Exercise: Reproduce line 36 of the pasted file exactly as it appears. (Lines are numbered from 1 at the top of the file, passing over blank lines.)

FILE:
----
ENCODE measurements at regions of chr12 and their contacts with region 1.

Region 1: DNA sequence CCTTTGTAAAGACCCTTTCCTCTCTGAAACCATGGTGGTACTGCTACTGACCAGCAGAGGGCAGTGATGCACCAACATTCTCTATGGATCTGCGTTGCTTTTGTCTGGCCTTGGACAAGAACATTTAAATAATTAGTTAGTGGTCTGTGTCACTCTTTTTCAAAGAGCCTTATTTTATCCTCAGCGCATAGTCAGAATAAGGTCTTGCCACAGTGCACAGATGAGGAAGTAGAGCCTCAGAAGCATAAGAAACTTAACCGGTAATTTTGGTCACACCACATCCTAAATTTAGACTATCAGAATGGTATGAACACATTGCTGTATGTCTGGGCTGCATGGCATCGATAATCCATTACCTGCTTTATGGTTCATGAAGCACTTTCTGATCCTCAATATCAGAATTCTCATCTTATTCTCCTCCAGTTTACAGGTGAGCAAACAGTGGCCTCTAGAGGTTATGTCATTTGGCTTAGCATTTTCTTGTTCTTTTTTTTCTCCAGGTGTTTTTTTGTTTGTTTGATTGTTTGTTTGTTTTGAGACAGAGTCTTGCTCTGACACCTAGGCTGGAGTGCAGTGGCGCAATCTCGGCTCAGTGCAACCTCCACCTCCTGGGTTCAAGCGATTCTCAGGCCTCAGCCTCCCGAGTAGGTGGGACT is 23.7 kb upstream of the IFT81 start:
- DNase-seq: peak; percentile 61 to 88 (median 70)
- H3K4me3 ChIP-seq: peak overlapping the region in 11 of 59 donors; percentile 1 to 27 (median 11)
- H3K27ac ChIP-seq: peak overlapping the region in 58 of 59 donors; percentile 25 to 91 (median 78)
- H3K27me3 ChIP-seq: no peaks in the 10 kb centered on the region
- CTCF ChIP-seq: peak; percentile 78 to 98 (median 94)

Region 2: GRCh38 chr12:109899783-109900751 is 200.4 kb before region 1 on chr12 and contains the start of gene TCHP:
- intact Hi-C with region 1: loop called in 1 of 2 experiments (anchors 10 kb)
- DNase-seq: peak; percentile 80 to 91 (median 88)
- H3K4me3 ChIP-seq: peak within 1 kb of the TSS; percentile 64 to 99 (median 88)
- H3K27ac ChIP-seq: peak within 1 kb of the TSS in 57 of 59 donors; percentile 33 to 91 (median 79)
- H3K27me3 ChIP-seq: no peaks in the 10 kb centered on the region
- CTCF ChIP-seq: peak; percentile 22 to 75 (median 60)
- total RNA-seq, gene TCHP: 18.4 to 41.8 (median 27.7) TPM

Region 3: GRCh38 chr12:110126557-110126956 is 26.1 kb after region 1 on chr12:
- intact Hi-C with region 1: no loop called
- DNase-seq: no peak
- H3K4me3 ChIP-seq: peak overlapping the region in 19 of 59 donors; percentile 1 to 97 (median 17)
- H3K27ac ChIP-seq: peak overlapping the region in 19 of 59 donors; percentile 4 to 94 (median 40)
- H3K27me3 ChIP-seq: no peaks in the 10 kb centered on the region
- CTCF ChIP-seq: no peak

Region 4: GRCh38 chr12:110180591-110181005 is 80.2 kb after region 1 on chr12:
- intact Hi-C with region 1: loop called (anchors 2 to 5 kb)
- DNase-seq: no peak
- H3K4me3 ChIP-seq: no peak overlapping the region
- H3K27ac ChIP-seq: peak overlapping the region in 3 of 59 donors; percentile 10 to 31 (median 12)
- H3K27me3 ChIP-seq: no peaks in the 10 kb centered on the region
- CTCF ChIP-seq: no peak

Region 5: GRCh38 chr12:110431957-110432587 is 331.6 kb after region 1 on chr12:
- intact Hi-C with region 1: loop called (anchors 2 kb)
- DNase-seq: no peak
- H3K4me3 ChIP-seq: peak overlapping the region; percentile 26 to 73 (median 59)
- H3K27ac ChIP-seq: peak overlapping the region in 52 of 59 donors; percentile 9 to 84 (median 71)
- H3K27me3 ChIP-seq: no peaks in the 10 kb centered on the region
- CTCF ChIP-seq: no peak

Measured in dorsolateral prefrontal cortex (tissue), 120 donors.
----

- CTCF ChIP-seq: no peak